BERT was originally pre-trained on 1 Million Steps with a global batch size of 256:

We train with batch size of 256 sequences (256 sequences * 512 tokens = 128,000 tokens/batch) for 1,000,000 steps, which is approximately 40 epochs over the 3.3 billion word corpus.

Meaning if we want to do a full pre-training it would take around 125h hours (12,5 hours * 10) and would cost us around ~$1,650 using Habana Gaudi on AWS, which is extremely cheap.

For comparison, the DeepSpeed Team, who holds the record for the fastest BERT-pretraining, reported that pre-training BERT on 1 DGX-2 (powered by 16 NVIDIA V100 GPUs with 32GB of memory each) takes around 33,25 hours.

To compare the cost we can use the p3dn.24xlarge as reference, which comes with 8x NVIDIA V100 32GB GPUs and costs ~31,22$/h. We would need two of these instances to have the same "setup" as the one DeepSpeed reported, for now we are ignoring any overhead created to the multi-node setup (I/O, Network etc.). This would bring the cost of the DeepSpeed GPU based training on AWS to around ~$2,075, which is 25% more than what Habana Gaudi currently delivers.

Something to note here is that using DeepSpeed in general improves the performance by a factor of ~1.5 - 2. A factor of ~1.5 - 2x, means that the same pre-training job without DeepSpeed would likely take twice as long and cost twice as much or ~$3-4k.

We are looking forward on to do the experiment again once the Gaudi DeepSpeed integration is more widely available.

Conclusion

That's it for this Tutorial. Now you know the basics on how to pre-train BERT from scratch using Hugging Face Transformers and Habana Gaudi. You also saw how easy it is to migrate from the Trainer to the GaudiTrainer.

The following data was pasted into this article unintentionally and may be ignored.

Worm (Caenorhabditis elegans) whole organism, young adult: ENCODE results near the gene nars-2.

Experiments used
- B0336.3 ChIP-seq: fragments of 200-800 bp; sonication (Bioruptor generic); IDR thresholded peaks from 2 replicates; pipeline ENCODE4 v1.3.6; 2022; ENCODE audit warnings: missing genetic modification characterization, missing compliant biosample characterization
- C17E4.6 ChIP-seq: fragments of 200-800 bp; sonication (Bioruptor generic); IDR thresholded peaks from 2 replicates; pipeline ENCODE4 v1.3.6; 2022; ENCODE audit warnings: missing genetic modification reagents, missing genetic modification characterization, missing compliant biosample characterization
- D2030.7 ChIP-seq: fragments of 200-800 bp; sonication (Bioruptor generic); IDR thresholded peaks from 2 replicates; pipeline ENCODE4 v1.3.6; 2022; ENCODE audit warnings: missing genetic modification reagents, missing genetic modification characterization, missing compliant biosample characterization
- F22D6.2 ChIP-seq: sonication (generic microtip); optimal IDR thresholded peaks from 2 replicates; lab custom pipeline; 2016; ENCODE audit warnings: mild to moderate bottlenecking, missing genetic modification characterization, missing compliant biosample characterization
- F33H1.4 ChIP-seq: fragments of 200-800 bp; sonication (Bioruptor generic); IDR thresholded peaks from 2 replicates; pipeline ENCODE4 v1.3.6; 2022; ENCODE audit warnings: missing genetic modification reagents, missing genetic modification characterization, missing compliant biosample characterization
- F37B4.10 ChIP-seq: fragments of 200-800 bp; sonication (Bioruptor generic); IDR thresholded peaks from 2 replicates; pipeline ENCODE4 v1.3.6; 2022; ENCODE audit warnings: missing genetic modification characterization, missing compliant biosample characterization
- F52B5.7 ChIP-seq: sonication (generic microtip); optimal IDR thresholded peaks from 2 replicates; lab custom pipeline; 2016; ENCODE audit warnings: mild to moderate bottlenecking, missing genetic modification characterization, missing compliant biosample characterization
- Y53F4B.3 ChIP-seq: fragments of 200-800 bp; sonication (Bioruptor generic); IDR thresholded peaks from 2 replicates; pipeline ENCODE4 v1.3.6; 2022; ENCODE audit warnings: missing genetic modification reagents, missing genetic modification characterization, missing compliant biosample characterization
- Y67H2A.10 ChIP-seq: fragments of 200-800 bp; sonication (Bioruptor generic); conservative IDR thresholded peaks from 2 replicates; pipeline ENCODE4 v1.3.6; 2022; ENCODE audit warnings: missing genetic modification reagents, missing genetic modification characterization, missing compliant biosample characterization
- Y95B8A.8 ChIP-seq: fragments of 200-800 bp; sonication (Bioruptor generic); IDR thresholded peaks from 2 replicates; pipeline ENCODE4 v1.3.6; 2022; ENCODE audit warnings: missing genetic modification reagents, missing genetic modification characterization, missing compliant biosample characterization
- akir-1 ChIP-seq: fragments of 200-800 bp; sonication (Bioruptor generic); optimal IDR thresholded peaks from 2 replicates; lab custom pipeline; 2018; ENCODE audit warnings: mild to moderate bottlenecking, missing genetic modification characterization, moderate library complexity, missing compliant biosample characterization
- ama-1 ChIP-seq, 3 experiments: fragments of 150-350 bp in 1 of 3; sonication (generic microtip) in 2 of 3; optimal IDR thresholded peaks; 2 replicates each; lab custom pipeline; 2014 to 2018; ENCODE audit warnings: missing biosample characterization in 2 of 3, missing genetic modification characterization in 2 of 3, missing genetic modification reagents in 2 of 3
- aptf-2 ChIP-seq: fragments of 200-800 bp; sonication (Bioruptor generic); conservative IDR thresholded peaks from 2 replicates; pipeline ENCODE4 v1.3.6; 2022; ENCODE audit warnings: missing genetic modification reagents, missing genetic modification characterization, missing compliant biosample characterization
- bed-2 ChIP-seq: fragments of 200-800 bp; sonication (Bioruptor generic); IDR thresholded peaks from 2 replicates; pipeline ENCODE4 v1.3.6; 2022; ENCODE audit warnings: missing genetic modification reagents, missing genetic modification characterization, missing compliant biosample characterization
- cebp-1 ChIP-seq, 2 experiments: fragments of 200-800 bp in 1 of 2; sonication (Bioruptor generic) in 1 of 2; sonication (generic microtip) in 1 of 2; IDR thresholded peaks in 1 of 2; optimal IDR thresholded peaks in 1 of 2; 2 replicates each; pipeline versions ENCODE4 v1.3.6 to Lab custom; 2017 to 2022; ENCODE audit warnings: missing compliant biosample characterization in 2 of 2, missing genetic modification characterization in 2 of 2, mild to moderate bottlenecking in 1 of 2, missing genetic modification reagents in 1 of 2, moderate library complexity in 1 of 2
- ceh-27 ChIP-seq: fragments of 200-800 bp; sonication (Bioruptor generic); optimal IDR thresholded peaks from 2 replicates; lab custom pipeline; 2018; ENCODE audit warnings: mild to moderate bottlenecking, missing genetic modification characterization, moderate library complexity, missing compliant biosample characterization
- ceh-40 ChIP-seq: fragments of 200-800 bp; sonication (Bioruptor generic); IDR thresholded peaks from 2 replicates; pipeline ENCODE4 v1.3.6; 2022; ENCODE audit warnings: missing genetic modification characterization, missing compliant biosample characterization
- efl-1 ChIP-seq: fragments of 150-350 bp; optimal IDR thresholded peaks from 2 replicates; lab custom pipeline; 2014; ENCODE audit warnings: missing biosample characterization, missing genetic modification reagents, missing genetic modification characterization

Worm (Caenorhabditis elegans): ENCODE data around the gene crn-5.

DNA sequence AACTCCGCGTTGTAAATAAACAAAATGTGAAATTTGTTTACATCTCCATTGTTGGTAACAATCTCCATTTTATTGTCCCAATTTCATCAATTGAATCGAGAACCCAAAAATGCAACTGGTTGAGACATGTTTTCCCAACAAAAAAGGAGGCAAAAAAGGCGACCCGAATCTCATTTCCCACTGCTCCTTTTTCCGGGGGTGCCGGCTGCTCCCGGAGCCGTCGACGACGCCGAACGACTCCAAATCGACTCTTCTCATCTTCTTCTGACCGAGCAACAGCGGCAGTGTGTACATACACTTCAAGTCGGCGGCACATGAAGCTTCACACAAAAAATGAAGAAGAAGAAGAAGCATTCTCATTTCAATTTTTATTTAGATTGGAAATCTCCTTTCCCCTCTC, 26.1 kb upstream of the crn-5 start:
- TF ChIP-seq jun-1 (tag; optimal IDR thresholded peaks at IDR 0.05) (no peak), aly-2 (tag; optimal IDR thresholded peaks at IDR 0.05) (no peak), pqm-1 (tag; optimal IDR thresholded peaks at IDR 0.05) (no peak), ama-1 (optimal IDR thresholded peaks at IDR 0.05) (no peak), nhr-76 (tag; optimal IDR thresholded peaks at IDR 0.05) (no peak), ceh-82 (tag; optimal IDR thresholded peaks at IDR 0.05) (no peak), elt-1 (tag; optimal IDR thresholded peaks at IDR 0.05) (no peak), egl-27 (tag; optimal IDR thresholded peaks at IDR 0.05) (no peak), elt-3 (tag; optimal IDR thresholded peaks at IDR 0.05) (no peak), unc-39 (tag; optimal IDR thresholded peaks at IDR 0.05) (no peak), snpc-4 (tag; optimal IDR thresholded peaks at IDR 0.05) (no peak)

We compared our implementation with the fastest BERT-pretraining results and saw that Habana Gaudi still delivers a 25% cost reduction and allows us to pre-train BERT for ~$1,650.

Those results are incredible since it will allow companies to adapt their pre-trained models to their language and domain to improve accuracy up to 10% compared to the general BERT models.

If you are interested in training your own BERT or other Transformers models from scratch to reduce cost and improve accuracyy, contact our experts to learn about our Expert Acceleration Program. To learn more about Habana solutions, read about our partnership and how to contact them.

Code: pre-training-bert.ipynb


Thanks for reading! If you have any questions, feel free to contact me, through Github, or on the forum. You can also connect with me on Twitter or LinkedIn.